Older Patients’ Enthusiasm to Use Electronic Mail to Communicate With Their Physicians: Cross-Sectional Survey

Houston VA Health Services Research and Development (HSR&D) Center of Excellence, Michael E DeBakey Veterans Affairs Medical Center, Department of Medicine, Baylor College of Medicine, Houston, Texas, USA.
Journal of Medical Internet Research (Impact Factor: 3.43). 02/2009; 11(2):e18. DOI: 10.2196/jmir.1143
Source: PubMed


Recent evidence indicates increased access to and use of Internet and non-healthcare-related email by older patients. Because email adoption could potentially reduce some of the disparities faced by this age group, there is a need to understand factors determining older patients' enthusiasm to use email to communicate with their physicians. Electronic mail (email) represents a means of communication that, coupled with face-to-face communication, could enhance quality of care for older patients.
Test a model to determine factors associated with older patients' enthusiasm to use email to communicate with their physicians.
We conducted a secondary data analysis of survey data collected in 2003 for two large, longitudinal, randomized controlled trials. Logistic-regression models were used to model the dichotomous outcome of patient enthusiasm for using email to communicate with their physicians. Explanatory variables included demographic characteristics, health status, use of email with people other than their physician, characteristics of the physician-patient relationship, and physician enthusiasm to use email with patients.
Participants included a pooled sample of 4059 patients over 65 years of age and their respective physicians (n = 181) from community-based practices in Southern California. Although only 52 (1.3%) patient respondents reported that they communicated with their physician by email, about half (49.3%) expressed enthusiasm about the possibility of using it. Odds of being enthusiastic decreased with increased age (by 0.97 for each year over 66) but were significantly higher in African Americans (OR = 2.1, CI = 1.42 - 3.06), Hispanics (OR = 1.6, CI = 1.26 - 2.14) and men (OR = 1.3, CI = 1.1 - 1.5). A perception of better communication skills of their physician, lower quality of interaction with physician in traditional face-to-face encounters, and physician enthusiasm to use email with patients were significantly associated with an enthusiasm to use email. Patients who did not use email at all were less enthusiastic compared to those who used email for other reasons. Half of the physician respondents were not enthusiastic about communicating with patients using email.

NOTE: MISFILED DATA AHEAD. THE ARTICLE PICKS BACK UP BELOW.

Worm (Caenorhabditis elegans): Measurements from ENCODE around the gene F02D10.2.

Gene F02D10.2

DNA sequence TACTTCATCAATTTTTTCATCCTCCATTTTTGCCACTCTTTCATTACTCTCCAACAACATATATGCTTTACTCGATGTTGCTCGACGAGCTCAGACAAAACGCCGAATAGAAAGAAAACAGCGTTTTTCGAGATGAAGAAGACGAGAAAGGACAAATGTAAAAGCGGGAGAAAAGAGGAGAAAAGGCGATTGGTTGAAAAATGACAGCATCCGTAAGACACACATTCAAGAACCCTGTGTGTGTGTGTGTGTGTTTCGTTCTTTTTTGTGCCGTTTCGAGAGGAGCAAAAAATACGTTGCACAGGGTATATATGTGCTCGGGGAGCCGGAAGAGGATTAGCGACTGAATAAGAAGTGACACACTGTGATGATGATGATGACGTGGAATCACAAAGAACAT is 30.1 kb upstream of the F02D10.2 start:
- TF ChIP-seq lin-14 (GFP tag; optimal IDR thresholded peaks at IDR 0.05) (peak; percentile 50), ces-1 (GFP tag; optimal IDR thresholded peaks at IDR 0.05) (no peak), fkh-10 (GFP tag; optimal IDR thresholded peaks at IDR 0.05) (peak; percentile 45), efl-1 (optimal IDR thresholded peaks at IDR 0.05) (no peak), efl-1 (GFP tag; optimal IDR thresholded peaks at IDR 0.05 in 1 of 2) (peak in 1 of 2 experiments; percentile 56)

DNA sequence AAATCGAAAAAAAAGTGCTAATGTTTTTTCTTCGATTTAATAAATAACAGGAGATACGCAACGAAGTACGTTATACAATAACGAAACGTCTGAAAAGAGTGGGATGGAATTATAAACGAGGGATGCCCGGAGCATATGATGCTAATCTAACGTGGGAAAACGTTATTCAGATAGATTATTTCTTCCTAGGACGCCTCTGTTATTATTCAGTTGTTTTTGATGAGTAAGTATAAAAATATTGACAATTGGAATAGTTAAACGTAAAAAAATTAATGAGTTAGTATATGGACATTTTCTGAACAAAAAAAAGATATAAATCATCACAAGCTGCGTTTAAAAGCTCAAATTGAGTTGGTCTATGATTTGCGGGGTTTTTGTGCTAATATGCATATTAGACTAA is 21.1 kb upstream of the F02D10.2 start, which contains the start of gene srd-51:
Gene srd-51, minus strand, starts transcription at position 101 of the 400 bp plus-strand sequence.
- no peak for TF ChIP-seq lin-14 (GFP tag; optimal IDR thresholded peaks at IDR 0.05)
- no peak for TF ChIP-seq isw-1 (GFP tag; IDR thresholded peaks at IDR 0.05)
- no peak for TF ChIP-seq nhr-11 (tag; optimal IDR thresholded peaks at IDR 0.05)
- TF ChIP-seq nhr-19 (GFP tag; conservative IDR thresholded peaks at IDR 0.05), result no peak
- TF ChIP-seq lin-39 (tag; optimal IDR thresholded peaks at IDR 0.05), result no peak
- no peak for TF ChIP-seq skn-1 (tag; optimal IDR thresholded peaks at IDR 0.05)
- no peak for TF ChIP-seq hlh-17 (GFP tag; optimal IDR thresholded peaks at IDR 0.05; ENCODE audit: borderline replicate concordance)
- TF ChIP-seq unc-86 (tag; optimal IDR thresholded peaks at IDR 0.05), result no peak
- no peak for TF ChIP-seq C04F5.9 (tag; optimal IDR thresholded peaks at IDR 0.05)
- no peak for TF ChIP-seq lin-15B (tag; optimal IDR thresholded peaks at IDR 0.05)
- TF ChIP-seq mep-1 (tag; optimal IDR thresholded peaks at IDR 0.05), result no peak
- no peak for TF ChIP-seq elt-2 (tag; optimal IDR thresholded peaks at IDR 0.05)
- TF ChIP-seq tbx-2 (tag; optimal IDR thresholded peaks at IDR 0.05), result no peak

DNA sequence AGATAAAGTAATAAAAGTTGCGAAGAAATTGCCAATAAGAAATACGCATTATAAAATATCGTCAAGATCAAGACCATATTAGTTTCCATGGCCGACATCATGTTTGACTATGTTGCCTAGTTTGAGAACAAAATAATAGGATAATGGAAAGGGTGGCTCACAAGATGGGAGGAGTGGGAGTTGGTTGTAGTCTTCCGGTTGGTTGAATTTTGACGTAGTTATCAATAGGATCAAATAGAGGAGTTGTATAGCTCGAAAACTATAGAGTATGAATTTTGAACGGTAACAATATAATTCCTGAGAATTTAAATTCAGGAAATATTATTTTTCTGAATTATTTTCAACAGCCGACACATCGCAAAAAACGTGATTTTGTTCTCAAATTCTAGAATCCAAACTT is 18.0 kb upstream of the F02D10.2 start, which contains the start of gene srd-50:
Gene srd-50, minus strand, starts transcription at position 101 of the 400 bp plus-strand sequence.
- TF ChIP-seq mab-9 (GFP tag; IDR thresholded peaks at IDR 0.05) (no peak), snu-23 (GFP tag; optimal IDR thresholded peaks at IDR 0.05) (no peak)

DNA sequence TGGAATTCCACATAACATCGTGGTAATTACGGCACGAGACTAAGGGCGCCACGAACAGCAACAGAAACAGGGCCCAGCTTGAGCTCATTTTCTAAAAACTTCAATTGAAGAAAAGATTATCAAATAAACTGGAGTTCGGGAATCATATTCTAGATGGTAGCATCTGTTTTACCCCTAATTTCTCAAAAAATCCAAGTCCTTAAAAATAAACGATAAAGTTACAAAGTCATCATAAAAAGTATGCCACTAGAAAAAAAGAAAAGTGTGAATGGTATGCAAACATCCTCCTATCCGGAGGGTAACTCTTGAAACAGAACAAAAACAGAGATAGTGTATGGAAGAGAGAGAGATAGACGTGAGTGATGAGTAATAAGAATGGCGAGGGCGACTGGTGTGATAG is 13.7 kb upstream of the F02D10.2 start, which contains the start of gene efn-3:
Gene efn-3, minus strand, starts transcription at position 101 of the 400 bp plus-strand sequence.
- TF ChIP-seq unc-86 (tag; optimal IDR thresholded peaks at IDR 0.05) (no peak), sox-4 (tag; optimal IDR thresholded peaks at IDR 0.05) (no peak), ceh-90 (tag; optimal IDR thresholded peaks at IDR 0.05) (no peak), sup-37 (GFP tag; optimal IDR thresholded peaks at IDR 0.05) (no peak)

Despite perceived barriers such as limited access to the Internet, older patients seem to want to use email to communicate with their physicians.

11 Reads
  • Source
    • "Patient Educ Couns (2015), results. Physicians' attitudes and beliefs about direct notification might play an integral role in patients' adoption of these new health communication strategies [28] [29]. Given an increasing focus on transparency and patient engagement in health care [30] [31], it is essential to understand how direct notification will affect health care workflow. "
    [Show abstract] [Hide abstract]